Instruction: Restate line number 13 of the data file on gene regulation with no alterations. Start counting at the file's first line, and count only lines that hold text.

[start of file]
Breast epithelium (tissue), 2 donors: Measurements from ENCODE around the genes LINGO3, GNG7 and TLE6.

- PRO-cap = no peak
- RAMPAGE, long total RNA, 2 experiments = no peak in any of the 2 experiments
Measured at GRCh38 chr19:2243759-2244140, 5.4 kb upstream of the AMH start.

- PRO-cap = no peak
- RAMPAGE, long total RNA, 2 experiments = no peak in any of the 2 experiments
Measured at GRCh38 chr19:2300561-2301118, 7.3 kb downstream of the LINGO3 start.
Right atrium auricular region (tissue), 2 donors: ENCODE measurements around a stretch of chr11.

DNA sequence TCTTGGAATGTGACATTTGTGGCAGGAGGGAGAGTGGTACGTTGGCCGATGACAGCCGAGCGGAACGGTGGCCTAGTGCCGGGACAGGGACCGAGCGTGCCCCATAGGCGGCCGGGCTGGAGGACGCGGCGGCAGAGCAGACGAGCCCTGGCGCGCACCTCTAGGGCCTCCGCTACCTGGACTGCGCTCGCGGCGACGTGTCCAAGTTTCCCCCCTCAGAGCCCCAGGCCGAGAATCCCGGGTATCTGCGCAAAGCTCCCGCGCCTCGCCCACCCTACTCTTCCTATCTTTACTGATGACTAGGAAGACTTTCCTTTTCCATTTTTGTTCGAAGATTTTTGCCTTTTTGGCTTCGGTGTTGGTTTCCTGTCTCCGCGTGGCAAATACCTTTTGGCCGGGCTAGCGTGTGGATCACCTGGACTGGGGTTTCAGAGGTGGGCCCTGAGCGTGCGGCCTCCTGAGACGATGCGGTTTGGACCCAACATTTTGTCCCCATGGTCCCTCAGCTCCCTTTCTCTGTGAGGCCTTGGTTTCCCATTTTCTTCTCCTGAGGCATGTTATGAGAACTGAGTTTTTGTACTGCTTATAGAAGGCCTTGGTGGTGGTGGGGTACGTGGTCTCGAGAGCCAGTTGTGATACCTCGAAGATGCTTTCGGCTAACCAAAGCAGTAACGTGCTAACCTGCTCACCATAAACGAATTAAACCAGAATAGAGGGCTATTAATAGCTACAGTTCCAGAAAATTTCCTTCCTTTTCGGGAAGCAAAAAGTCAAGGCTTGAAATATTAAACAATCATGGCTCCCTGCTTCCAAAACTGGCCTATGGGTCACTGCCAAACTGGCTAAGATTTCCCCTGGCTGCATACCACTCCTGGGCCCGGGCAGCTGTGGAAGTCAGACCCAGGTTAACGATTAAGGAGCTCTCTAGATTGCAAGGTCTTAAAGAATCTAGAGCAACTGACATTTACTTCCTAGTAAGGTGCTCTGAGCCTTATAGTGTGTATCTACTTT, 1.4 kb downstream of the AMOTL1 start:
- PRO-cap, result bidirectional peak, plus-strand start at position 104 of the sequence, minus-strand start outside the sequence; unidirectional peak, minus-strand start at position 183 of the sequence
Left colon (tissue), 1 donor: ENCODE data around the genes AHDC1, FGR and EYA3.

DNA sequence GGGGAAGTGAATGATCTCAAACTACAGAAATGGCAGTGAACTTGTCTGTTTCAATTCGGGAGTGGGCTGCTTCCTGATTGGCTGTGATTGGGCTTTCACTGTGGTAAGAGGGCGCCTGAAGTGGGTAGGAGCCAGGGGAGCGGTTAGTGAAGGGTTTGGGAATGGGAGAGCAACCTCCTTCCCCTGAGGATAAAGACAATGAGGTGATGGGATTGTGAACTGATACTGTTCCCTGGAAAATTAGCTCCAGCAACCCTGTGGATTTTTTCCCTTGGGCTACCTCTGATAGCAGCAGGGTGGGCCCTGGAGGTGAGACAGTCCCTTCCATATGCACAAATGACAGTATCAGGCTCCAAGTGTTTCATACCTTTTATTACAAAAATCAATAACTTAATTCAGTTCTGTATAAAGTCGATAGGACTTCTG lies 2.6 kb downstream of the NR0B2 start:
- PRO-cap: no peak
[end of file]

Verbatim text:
- PRO-cap: no peak